A rough-hewn timber coffin with saw marks and a carpenter’s pencil marks visible on the wood. An ornate pressed iron coffin chest plate with cherubs just visible through the bubbling rust. A blackened skeleton.
In a disused Anglican cemetery on a quiet rural road near the small Otago settlement of Milton, a team of archaeologists are carefully digging and scraping.
Local Anglican minister Vivienne Galletly has just finished blessing half a dozen of the recently opened graves, and she pauses to chat with archaeologist Peter Petchey, from Southern Archaeology, and University of Otago bioarchaeologist Hallie Buckley to find out the latest news. Petchey tells her about his excitement at finding remnants of the black woollen cloth used to wrap the rough coffins, and Buckley explains which skeletons will be lifted and taken for closer examination back at the university, and which are too fragile to move.
The history of a cemetery
This is an archaeological dig with a difference. It began when local residents formed a group, the Tokomairiro Project 60 (TP60) to research the history of the historic St John’s Cemetery, with a view to tidying and restoring it.
Only seven headstones remained in the overgrown cemetery, but the TP60 group found historical evidence of 68 burials. They were keen to find the ‘lost graves’ that they knew existed, and to tidy the cemetery, which they suspected extended beyond the existing fence. This is when Petchey and Buckley got involved.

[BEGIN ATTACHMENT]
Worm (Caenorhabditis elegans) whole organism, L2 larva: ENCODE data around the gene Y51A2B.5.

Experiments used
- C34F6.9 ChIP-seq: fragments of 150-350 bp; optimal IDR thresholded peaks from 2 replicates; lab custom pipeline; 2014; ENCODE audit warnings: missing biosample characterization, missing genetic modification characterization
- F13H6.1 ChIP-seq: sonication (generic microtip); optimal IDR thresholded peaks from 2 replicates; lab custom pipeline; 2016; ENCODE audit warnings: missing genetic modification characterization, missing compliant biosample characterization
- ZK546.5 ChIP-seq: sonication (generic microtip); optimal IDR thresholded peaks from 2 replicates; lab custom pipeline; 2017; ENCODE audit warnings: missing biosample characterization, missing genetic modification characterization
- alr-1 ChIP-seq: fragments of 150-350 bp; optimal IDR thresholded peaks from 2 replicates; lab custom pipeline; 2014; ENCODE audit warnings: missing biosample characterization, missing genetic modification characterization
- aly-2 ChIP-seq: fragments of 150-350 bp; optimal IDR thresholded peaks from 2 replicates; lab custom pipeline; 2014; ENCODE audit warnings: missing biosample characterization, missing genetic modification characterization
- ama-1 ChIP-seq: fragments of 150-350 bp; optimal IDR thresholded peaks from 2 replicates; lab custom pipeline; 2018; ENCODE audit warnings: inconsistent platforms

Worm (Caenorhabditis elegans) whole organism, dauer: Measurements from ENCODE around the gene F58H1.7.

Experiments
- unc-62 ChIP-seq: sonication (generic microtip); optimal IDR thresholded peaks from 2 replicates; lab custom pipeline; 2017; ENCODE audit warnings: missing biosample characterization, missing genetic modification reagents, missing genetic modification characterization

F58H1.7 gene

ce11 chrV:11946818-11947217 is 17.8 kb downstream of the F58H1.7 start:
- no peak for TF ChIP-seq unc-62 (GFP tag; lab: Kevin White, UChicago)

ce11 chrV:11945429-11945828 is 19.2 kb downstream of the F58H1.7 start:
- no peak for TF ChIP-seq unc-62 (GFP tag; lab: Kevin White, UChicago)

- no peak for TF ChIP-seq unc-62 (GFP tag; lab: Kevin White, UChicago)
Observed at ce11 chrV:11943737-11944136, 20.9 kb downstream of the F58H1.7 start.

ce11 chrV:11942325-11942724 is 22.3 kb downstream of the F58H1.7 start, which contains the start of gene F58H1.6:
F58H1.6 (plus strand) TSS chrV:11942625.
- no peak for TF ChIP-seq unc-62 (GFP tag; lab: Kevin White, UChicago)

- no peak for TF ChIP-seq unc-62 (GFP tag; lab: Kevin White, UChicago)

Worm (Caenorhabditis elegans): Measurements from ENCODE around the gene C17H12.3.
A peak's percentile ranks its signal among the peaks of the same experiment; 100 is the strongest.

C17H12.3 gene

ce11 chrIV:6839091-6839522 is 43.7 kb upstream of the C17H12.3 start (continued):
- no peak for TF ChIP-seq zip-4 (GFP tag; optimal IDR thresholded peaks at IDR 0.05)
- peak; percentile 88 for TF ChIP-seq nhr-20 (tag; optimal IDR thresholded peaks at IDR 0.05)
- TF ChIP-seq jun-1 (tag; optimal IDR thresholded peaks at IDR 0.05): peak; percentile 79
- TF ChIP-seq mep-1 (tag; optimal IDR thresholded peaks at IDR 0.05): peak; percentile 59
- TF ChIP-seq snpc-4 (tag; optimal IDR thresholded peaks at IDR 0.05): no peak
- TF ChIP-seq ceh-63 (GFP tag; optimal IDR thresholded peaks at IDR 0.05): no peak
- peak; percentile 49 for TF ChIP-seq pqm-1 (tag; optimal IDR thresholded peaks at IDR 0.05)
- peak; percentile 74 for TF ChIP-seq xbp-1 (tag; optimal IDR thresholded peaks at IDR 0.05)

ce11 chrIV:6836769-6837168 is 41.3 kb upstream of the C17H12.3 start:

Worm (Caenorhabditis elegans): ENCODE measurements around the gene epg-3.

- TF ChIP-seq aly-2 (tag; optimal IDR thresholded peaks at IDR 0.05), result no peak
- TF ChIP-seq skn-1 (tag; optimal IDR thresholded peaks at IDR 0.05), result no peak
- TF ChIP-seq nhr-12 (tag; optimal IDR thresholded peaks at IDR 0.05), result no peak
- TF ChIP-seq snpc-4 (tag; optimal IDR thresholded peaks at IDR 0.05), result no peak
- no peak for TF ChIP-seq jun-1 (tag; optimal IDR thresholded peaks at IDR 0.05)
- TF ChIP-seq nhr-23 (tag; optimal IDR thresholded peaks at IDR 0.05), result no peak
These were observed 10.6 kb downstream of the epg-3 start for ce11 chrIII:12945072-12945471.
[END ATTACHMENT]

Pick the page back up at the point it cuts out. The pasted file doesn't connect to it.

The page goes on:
For the archaeologists this was a unique opportunity to gather information about the lives – and deaths – of some of New Zealand’s first European farmers. The cemetery was created in 1860, and most of the burials took place in the 1860s and 1870s. The Otago gold rush had ended, and Europeans were settling in the district and establishing farms.
Petchey is interested in how people were buried and what they were buried with, whereas Hallie is interested in what analysis of the skeletal remains might reveal about health and diet.
Finding the ‘lost graves’
The archaeological dig, which took place in late 2016, focused at first on the area outside the cemetery. Sixteen lost graves were located, and in some cases bodies could be identified from names written on the chest plates that had been laid on top of the coffin.
The team also identified and investigated 13 more lost graves in the main part of the cemetery. In all, they excavated 25 graves, containing the bodies of infants and young children, as well as adults, many of who had died in their 30s and 40s.
Local resident and TP60 member Kath Croy, who has relatives buried in the cemetery, took part in the dig. She says the process was very respectful of the dead, and says it’s important for people to know that all the bodies and artefacts will be reburied and marked, with the Anglican Bishop in Dunedin conducting an appropriate funeral service dating from the mid-1860s.
Croy says it has been fascinating finding out some of the stories that go with the graves, and she is also pleased that they are contributing to a better scientific understanding of the period.